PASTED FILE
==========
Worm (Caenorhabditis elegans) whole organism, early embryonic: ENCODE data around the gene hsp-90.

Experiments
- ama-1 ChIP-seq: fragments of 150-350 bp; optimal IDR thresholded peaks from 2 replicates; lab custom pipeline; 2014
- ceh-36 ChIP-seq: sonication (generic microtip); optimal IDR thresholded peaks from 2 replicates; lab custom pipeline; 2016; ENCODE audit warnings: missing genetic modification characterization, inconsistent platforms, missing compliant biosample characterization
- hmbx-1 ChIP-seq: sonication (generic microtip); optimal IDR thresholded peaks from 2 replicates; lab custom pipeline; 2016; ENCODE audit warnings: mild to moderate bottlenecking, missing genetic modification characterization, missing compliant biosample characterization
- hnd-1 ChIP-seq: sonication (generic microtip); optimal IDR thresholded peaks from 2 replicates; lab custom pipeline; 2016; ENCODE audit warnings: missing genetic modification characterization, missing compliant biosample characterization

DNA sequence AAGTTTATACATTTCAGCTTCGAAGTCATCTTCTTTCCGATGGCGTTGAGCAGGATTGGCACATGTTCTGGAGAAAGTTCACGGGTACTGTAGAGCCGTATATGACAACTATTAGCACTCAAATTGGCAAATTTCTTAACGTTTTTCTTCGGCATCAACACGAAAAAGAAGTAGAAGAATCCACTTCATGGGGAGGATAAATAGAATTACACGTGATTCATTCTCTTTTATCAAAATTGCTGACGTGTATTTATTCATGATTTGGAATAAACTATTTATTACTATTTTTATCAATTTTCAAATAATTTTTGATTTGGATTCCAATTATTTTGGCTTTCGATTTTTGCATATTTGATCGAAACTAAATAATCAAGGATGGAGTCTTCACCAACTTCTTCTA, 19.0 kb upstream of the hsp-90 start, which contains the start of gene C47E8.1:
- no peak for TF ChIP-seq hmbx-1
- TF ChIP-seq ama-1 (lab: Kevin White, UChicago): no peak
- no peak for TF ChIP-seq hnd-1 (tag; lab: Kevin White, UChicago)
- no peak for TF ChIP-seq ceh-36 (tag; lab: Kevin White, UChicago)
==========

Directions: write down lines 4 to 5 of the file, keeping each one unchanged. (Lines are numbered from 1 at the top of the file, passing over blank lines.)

- ceh-36 ChIP-seq: sonication (generic microtip); optimal IDR thresholded peaks from 2 replicates; lab custom pipeline; 2016; ENCODE audit warnings: missing genetic modification characterization, inconsistent platforms, missing compliant biosample characterization
- hmbx-1 ChIP-seq: sonication (generic microtip); optimal IDR thresholded peaks from 2 replicates; lab custom pipeline; 2016; ENCODE audit warnings: mild to moderate bottlenecking, missing genetic modification characterization, missing compliant biosample characterization